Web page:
You’re never too young to start looking after your skin, and if you’re skin is already starting to show the damage caused by our busy, stressful lives in polluted cities, then it’s time to start rewinding the clock and begin your beauty regime to naturally more beautiful younger looking skin.

Some tips are ones we already know, while others may be new and unfamiliar.

1. Lemon water/water
We all know the benefits of water for your skin – drinking at least two litres of water daily is rule #1 for clear, hydrated looking skin. But did you know that you can maximise water’s ability to clear toxins in your body? It’s simple! Every morning before breakfast, drink a large cup of very warm water with two slices of lemon added to it. The lemon water flushes out toxins, alkalises the body and awakens your digestive system for the day ahead.

2. Dark leafy greens
Dark leafy greens are nature’s own skin tonics. These include kale, lettuces (romaine, green leaf, rocket, butterhead), spinach, mustard greens, cabbage and broccoli. As well as excellent sources of magnesium, folate and Vitamin K, they are rich in antioxidants, which is great news for your skin. For full benefits, go organic as much as possible.

3. Vitamin A serum (Retinol)
One of the best known anti-ageing secrets, Retinol (or Vitamin A) helps to minimise the damage caused by the sun and ageing by reversing the skin damage. It helps to restores the skin’s youthful appearance, minimise wrinkles, reduce pores and even treat acne breakouts. Best to use this serum at night time only.
Click here to buy.

4. Vitamin C serum
Vitamin C is also another serum which does wonders to assist ageing skin. It can help reduce fine lines and wrinkles, build up collagen, accelerate skin renewal, reduce pigmentation and even out skin tone. It helps to protect from UV damage. Best to use this serum in the morning.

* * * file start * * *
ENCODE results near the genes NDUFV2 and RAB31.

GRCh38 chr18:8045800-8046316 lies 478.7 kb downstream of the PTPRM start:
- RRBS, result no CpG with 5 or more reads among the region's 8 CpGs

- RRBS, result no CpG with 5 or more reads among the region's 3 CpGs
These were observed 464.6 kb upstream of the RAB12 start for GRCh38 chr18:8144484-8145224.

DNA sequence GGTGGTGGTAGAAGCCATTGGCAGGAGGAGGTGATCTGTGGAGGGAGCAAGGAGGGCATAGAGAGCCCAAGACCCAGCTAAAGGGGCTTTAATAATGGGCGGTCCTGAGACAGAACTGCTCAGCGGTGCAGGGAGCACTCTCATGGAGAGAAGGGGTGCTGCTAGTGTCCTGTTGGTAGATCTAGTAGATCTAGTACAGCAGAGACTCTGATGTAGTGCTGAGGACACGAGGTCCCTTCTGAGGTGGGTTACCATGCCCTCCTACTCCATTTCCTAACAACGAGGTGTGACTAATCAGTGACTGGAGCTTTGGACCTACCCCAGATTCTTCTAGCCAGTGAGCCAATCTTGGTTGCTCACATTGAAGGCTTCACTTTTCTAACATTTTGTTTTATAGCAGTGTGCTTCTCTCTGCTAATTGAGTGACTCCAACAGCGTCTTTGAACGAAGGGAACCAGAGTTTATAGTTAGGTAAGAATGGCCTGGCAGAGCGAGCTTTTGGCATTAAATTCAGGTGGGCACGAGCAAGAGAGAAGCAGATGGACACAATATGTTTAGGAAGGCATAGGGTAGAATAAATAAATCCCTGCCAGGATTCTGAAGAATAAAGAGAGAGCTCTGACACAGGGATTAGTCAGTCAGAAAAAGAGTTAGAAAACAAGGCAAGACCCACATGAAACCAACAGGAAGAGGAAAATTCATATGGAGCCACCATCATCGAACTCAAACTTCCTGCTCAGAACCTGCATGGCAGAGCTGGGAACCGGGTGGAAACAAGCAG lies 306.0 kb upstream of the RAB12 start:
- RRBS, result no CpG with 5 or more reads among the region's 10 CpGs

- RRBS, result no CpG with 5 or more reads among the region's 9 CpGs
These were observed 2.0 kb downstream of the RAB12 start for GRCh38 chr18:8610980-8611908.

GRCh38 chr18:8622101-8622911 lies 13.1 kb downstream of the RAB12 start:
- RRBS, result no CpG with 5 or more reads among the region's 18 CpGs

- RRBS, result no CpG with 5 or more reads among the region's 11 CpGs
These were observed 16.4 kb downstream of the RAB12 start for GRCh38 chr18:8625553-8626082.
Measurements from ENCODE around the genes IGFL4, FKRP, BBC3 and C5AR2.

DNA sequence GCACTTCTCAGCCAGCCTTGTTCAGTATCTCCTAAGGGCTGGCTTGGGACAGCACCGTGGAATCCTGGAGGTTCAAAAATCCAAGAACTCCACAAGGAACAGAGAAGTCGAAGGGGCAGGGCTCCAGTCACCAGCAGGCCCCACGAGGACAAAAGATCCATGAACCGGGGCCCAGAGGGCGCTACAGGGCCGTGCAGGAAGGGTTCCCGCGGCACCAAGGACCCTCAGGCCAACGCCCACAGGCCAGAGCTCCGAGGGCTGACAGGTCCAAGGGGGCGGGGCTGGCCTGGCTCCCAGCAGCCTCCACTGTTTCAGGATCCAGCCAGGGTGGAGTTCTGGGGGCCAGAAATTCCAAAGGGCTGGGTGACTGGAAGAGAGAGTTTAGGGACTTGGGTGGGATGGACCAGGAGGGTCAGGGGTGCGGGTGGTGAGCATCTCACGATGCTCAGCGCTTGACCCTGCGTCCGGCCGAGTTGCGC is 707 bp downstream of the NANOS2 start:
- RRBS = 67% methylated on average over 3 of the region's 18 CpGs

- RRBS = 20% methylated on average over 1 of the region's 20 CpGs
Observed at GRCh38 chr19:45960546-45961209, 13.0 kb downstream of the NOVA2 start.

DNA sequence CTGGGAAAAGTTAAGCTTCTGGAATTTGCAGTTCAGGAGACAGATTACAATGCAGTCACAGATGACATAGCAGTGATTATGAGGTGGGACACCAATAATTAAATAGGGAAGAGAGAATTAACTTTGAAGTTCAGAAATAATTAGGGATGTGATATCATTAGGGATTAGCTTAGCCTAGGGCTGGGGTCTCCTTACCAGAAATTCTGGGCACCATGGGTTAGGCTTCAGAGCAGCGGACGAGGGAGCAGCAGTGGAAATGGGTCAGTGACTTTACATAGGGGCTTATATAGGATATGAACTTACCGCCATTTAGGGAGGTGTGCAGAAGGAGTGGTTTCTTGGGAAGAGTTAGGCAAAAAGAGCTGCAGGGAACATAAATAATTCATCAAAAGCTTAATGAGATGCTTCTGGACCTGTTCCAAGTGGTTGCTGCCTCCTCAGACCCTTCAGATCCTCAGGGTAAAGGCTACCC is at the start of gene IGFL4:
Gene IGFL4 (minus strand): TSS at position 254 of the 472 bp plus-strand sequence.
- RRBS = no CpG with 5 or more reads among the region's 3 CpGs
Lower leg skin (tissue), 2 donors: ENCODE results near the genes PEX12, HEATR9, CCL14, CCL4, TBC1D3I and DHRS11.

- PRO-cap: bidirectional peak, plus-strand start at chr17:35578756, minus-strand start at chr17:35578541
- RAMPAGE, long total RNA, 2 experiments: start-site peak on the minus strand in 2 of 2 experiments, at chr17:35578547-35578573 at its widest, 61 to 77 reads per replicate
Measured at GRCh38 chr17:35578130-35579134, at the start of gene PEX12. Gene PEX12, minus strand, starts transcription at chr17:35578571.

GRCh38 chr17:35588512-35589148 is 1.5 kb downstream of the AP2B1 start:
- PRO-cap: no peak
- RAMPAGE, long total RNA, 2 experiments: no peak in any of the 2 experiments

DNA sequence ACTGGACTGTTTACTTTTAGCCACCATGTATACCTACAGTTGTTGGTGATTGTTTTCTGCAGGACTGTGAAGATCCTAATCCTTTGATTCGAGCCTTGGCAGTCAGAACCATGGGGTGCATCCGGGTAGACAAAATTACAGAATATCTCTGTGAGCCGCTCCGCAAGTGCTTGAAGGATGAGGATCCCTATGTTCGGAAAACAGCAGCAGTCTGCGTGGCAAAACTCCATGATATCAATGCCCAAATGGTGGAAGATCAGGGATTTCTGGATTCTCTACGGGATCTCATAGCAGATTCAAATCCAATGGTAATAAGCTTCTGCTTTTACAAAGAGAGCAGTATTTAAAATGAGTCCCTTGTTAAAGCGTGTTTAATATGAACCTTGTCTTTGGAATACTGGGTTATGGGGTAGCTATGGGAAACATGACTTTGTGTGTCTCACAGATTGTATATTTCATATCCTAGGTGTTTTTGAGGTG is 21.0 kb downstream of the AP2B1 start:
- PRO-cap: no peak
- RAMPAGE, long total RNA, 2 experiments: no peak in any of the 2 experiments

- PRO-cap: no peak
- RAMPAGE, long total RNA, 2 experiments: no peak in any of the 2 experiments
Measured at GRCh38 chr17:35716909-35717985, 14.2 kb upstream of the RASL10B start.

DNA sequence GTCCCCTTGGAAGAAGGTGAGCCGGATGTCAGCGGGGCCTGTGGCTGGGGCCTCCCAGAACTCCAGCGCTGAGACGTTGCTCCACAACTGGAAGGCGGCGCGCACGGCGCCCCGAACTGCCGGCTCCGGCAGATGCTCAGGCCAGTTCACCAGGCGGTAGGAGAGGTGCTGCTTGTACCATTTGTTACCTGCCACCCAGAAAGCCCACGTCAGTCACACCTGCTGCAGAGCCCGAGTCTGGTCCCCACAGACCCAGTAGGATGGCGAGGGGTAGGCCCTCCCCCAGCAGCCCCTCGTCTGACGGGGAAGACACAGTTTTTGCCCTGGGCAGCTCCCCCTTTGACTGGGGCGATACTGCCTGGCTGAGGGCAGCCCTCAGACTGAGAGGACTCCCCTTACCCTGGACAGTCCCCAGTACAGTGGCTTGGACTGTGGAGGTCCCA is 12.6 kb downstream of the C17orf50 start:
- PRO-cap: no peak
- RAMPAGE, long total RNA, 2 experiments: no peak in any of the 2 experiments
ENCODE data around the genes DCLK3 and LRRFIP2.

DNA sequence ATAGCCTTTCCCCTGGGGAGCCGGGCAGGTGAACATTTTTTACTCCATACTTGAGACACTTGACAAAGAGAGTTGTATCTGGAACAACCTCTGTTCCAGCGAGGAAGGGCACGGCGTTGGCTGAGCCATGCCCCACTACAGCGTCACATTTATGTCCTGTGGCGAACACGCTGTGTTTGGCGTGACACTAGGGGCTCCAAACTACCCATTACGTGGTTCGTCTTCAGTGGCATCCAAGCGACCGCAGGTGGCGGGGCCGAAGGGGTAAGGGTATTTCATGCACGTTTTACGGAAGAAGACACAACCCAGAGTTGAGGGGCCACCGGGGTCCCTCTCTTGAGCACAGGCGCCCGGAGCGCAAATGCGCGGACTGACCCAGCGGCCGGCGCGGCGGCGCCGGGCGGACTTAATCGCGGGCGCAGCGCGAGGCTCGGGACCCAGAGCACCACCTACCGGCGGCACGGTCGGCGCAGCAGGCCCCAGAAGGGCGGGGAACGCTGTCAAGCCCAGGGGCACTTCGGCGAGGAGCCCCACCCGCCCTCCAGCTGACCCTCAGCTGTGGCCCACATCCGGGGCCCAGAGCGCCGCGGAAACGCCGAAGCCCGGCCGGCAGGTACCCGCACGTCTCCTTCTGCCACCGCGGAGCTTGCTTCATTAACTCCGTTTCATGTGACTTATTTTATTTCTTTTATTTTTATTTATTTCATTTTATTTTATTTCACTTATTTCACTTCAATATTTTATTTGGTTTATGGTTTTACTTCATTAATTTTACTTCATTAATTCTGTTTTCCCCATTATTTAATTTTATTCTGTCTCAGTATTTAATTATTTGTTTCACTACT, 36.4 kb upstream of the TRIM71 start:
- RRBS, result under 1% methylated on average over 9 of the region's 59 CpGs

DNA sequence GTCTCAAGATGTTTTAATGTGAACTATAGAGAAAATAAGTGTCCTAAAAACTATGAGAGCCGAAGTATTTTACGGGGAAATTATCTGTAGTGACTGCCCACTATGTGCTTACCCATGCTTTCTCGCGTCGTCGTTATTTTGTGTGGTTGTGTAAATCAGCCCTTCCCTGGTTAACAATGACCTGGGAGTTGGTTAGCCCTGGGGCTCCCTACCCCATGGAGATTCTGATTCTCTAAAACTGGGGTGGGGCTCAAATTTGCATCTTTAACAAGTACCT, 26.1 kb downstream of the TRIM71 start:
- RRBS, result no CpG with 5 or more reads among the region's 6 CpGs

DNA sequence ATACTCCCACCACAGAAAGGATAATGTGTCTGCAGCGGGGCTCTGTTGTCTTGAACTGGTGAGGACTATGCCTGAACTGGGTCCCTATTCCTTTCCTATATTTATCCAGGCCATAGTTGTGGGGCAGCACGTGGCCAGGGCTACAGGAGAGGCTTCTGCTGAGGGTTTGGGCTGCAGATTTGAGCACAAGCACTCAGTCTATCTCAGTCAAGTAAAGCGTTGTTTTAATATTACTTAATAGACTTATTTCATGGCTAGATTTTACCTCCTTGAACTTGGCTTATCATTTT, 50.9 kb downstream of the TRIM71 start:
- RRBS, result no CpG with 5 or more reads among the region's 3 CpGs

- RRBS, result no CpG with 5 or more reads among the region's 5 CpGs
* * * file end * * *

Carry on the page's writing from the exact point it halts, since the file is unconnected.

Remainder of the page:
Click here to buy.

5. Get 8 hours’ sleep a night – minimum
Lack of sleep is your skin’s biggest enemy. When we get adequate sleep, our skin can restore and heal and look fresh and well rested. You don’t need a scientist to show the effects of lack of sleep on your skin. And don’t think ‘Oh, I can catch up on my sleep later’. Although some sleep experts disagree, a Harvard Medical School study showed it was near impossible to catch up on sleep after two poor nights’ sleep in a row.

6. Cut sugar and coffee
Too much sugar (also including natural sugars like fruit/fructose) can cause glycation. When there is excess, the proteins combine with the sugar and begin to shut down the production of collagen. Too much sugar also causes inflammation in the body which is shown to be the number one cause of ageing.

Whilst coffee appears to have anti-inflammatory properties and has been linked to lower depression levels, it’s also too stimulating to the adrenal glands. In short, coffee causes the adrenals to release cortisol – the stress hormone – whether you’re stressed or not. An overload of cortisol ages the body, so if you do drink coffee, keep it down to one cup a day only.

7. Reduce spicy foods
To much spicy food also has a taxing effect on the body. Excessive spicy foods such as chilli, curries, ginger etc can dilate blood vessels, causing facial redness, puffiness and spider veins. Minimise the amount of spice and always have adequate water with a spicy meal.

8. Light therapy
Emerging as one of the more popular and promising anti-ageing beauty treatments today, light therapy rejuvenates and heals the skin by increasing the production of collagen reducing pigmentation, evening out skin tone, and increasing skin elasticity and oxygenation. There are many types of light machines on the market so do your research and use ones with minimal side effects and from reputable clinics. In our clinic we use ‘bioptron‘ light therapy.

9. Regular facials and peels
These can often work as a pick-me-up and are ideal before any special occasion. There are many types of facials and peels for the difference skin concerns. Facials which target ageing, treat dehydrated or sensitive skin, pigmentation or discolouration, ageing puffy eyes or even natural peels which help to even out skin tone and treat acne and scarring. Facials and peels are recommended as regular treatments for all skins, not just ageing or problem skin.
Click here for details on our facials and peels.

10. Jade Rollers